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Jon Cavaiani

Born: August 2, 1943
Royston England

War: Vietnam

Rank: Staff Sergeant, US Army, Vietnam Training Advisory Group

Location of action: Republic of Vietnam

Date of action: June 4 and 5, 1971

Medal received from: President Gerald Ford, December 12, 1974

Official Citation:


Jan 9, 2010:  Ralph A. Morgan, SGT, TFIAE, Related that he was the last person off Hill 950 about 8pm, 4 Jun 71, on a Huey, that he went over to the Americans (At that time, there were only two Americans left on the hill) and asked them to leave on the Chopper with him, they refused. At the time, he says they had been fighting all day and they were wide eyed. Sgt Morgan stated he did not understand why they refused to leave because it was obvious the hill was going to fall and there was no way it could be defended any longer as he was the last defender to the East facing hill 1015 fighting with an M60, now there was nothing defending the saddle between Hill 1015 and 950 and the enemy could just walk across. The two remaining Americans were SSG Jon Cavaiani and SGT John Robert Jones, thus, it must have been Jon Cavaiani who refused to leave Hill 950 as he was senior NCO and in command of the hill. In conversations with Jon in the past he has said he would never have left his Bru as long as there was fight still in him. Jon Cavaiani stated that Sgt Morgan, the Radio Operator, came to him requesting that he stay, but Cavaiani "ordered" him to leave, that he and Jones would stay with the  remaining Bru. NOTE: The US Marine Corps occupied Hill 950 and during 1968, the NVA occupied Hill 1015 which was higher than 950 and 950 was in range of 1015 so whoever occupied 1015 could lob anything they wanted down on top of 950 and overran Hill 950. They did it in 68 and again in 71.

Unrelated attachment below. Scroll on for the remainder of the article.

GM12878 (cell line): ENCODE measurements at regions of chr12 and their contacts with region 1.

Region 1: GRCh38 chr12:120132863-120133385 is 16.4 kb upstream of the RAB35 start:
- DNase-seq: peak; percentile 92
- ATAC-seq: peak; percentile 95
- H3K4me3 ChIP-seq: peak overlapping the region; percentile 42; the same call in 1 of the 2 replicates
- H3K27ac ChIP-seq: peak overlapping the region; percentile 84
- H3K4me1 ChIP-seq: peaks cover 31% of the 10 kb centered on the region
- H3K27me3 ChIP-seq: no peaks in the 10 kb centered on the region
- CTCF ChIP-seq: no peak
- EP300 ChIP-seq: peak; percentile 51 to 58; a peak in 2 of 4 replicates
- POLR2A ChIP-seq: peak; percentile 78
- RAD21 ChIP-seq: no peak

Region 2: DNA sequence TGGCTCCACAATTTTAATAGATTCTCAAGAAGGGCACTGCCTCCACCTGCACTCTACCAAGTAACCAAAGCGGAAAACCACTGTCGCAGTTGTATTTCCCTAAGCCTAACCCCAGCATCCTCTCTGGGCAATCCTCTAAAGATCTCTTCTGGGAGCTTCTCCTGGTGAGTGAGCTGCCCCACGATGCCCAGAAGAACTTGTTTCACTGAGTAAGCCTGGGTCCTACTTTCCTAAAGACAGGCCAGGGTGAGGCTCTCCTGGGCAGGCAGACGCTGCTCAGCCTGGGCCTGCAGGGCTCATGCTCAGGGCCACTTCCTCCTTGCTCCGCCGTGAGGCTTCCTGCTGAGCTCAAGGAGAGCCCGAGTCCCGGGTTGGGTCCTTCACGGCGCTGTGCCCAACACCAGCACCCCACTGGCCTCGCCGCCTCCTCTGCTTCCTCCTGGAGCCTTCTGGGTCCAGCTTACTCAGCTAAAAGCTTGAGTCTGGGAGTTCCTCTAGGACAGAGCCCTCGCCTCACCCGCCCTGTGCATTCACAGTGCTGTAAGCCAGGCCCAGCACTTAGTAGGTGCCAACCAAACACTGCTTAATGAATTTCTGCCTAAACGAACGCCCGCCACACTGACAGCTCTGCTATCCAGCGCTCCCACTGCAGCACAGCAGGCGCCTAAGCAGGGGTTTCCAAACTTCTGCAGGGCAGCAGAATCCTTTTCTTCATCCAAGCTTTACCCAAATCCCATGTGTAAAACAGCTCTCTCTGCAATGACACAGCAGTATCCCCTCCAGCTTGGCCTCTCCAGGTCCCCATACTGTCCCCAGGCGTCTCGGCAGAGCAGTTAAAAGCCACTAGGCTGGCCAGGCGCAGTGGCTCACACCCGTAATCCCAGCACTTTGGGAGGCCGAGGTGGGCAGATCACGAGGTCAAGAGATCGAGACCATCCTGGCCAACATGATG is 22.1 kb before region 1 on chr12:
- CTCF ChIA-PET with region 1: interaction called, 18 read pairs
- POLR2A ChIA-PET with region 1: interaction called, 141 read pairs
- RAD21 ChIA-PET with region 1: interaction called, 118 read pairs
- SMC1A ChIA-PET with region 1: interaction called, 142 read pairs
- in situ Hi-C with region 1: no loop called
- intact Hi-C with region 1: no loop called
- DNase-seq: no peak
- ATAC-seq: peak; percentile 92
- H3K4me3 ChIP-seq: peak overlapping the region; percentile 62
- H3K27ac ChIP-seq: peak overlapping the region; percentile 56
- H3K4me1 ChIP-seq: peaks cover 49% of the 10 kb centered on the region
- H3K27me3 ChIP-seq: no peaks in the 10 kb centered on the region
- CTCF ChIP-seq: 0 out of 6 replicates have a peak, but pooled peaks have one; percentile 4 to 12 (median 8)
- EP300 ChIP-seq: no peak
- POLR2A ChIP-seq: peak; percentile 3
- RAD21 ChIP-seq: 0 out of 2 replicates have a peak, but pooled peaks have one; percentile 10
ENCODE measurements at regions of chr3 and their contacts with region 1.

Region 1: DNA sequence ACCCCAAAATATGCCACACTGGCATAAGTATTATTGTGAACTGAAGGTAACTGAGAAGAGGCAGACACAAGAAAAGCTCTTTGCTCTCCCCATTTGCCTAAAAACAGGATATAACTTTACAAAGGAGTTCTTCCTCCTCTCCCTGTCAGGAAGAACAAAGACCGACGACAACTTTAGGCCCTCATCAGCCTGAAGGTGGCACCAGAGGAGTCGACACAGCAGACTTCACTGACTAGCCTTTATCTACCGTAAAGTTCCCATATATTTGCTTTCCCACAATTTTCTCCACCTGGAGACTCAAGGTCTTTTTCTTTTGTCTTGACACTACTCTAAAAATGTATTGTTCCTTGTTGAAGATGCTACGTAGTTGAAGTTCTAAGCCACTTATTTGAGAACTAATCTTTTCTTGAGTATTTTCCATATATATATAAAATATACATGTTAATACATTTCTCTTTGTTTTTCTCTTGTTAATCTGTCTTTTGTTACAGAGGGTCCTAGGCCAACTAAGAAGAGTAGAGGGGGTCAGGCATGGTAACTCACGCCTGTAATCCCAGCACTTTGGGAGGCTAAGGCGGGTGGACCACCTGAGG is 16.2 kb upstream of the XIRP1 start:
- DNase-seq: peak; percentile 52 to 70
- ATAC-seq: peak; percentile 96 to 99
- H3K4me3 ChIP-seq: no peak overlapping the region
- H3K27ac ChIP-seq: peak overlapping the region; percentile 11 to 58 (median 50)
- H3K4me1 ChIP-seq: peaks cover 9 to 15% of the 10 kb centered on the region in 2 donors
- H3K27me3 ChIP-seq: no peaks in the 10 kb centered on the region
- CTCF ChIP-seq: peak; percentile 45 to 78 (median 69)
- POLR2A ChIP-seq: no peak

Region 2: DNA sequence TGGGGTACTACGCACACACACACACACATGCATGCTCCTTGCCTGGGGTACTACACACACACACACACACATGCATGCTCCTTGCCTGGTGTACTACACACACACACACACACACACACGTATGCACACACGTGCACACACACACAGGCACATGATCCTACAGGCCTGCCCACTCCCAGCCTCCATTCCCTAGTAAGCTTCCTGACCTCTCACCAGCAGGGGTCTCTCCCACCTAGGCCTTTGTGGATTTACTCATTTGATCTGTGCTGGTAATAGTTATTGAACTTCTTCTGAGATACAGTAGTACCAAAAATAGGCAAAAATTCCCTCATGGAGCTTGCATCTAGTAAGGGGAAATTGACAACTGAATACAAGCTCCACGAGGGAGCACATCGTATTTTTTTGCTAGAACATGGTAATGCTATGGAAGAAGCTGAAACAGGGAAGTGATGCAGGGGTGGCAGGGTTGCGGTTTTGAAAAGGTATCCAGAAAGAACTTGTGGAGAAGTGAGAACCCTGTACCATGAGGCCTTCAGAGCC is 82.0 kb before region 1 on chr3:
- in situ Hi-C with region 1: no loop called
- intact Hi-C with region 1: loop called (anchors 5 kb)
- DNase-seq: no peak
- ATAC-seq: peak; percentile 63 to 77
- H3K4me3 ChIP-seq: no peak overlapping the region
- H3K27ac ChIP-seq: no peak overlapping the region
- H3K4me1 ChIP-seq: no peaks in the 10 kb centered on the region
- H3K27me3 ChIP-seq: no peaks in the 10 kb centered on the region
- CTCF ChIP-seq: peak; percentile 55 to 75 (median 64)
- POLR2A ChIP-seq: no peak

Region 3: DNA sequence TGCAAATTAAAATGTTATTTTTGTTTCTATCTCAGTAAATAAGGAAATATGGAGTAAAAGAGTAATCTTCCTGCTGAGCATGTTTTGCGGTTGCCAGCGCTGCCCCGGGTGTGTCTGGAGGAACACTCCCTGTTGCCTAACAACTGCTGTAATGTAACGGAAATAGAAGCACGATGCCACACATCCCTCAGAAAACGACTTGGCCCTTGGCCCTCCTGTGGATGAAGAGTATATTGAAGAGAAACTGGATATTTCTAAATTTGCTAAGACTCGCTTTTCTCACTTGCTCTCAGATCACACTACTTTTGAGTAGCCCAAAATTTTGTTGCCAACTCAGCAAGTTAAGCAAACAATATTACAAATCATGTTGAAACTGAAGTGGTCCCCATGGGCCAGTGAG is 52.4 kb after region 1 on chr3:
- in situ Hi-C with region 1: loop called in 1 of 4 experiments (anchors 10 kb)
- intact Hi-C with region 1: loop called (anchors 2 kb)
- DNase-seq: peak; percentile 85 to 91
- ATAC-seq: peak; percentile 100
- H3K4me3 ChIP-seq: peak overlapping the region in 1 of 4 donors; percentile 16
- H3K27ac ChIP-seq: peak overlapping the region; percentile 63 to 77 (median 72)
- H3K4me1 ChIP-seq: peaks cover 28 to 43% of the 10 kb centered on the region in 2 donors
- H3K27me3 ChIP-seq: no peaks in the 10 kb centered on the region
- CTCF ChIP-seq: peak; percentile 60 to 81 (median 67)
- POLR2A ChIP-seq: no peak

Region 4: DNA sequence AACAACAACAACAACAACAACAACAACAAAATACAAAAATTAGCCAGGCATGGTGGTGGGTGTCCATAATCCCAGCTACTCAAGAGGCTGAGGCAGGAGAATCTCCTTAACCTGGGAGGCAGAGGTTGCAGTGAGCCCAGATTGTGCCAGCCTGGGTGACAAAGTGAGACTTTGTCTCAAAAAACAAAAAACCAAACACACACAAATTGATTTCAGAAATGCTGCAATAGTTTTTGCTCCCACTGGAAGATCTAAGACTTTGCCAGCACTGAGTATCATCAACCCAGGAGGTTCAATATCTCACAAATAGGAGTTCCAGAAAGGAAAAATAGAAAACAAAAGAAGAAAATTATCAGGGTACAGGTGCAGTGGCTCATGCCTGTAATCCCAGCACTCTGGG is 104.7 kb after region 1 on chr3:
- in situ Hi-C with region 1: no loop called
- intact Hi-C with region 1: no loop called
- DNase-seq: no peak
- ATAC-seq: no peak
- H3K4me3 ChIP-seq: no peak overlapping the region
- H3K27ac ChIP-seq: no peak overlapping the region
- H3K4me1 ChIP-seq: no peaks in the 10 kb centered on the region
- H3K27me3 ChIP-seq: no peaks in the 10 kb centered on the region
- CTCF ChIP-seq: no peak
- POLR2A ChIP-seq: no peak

Hickory Apr/May 71, perhaps last pic before the attack. Photo by Lt George Holland



Hill 950 taken 5 Jun, after the attack. It is a large picture so you can see details of the utter destruction. How did Cavaiani survive the night? Photo by Sgt Ralph A. Morgan